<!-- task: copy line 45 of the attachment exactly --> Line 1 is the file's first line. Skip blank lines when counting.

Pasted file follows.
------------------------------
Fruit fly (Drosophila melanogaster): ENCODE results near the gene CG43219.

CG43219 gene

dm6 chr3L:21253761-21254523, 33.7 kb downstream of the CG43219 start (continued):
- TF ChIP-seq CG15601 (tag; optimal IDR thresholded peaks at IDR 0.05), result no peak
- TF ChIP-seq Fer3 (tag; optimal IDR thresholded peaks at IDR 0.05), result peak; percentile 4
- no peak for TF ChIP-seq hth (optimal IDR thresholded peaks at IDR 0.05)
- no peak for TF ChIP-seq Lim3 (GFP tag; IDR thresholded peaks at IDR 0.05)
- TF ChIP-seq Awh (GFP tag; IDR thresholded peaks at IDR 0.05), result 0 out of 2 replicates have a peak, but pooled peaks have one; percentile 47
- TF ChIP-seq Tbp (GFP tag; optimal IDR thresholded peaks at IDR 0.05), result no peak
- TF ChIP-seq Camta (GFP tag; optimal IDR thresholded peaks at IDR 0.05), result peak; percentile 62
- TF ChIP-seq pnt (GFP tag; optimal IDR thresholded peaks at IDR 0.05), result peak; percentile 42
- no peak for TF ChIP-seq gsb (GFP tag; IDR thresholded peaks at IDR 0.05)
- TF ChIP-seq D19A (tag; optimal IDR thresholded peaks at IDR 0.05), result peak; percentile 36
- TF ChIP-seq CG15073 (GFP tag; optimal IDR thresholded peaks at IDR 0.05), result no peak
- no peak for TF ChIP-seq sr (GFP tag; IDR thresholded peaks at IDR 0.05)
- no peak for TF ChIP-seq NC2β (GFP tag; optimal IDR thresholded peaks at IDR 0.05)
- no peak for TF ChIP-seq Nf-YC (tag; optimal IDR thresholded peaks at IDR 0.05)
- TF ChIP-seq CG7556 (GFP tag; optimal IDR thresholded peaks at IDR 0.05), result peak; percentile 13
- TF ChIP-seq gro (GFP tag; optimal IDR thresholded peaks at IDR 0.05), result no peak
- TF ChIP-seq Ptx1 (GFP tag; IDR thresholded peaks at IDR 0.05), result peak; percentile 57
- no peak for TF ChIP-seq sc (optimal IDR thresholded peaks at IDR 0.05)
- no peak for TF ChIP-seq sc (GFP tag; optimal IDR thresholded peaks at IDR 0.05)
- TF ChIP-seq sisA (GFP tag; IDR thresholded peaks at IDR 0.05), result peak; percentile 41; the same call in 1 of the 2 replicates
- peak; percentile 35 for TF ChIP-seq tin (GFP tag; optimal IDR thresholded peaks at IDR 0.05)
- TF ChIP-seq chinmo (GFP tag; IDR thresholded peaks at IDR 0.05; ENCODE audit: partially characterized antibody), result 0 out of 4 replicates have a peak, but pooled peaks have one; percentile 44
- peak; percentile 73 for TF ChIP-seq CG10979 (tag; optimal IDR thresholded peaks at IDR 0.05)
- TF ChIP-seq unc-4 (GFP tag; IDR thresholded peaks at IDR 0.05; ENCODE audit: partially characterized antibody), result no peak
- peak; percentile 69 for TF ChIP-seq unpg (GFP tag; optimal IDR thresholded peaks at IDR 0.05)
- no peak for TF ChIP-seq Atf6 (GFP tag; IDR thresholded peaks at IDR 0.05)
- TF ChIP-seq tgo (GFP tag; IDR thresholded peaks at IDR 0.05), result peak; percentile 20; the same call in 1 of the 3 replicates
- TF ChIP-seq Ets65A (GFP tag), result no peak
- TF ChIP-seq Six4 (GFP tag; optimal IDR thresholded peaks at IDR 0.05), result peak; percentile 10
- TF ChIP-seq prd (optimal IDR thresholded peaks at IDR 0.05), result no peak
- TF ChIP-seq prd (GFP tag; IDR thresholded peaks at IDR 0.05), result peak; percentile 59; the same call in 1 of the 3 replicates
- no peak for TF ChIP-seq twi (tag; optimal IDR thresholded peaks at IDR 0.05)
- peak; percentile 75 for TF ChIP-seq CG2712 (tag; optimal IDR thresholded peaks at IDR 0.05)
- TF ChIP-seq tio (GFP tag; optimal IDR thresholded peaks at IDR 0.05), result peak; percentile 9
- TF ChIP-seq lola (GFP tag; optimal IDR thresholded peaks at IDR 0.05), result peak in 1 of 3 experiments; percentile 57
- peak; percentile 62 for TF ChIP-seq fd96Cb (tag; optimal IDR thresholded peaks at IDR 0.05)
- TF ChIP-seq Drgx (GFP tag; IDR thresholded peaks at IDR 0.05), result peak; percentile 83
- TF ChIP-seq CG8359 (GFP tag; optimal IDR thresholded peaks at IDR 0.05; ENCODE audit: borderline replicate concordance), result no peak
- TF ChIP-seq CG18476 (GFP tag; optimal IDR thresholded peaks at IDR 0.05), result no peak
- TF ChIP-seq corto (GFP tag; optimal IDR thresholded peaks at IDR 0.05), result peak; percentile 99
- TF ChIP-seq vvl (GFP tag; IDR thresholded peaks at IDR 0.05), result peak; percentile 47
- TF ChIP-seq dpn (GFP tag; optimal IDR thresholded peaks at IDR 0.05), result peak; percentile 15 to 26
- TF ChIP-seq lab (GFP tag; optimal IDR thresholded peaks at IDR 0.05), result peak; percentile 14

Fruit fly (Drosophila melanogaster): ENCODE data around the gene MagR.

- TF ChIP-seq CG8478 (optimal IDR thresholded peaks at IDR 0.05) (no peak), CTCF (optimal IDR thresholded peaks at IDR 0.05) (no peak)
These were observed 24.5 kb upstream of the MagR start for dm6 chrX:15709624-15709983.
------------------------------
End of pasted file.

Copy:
- TF ChIP-seq dpn (GFP tag; optimal IDR thresholded peaks at IDR 0.05), result peak; percentile 15 to 26